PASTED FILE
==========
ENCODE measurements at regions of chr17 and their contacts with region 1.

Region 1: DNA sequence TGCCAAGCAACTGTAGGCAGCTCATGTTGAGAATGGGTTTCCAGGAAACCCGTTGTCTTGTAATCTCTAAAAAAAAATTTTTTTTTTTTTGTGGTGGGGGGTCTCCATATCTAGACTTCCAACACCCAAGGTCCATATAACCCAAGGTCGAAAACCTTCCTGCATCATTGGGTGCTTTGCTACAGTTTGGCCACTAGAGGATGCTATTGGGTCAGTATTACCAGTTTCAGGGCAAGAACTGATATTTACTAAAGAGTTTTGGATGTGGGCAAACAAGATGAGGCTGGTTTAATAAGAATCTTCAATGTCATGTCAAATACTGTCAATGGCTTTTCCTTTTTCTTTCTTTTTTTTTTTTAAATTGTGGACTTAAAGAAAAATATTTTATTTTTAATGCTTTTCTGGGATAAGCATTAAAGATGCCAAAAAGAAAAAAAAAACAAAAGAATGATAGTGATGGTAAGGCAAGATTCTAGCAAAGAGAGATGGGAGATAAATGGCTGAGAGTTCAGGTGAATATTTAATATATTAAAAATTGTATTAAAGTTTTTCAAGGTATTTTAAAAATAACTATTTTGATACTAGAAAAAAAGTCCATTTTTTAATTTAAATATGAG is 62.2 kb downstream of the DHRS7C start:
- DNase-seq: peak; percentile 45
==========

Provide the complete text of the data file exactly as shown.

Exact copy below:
ENCODE measurements at regions of chr17 and their contacts with region 1.

Region 1: DNA sequence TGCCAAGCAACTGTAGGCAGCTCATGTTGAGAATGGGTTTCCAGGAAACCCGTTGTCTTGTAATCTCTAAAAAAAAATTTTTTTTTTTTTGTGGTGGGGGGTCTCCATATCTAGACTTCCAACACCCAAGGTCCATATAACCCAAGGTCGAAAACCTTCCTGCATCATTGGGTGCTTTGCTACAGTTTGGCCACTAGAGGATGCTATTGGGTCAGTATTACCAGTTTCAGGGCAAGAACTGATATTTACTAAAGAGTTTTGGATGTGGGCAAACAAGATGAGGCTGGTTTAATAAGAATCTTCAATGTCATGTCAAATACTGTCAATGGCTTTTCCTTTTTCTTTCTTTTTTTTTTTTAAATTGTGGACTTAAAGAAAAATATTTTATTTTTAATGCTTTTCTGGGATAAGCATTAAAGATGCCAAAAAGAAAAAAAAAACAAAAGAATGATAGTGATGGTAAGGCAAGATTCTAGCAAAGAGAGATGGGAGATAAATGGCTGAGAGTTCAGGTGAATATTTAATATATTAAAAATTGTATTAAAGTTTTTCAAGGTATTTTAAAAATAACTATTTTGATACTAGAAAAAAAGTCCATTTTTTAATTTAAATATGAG is 62.2 kb downstream of the DHRS7C start:
- DNase-seq: peak; percentile 45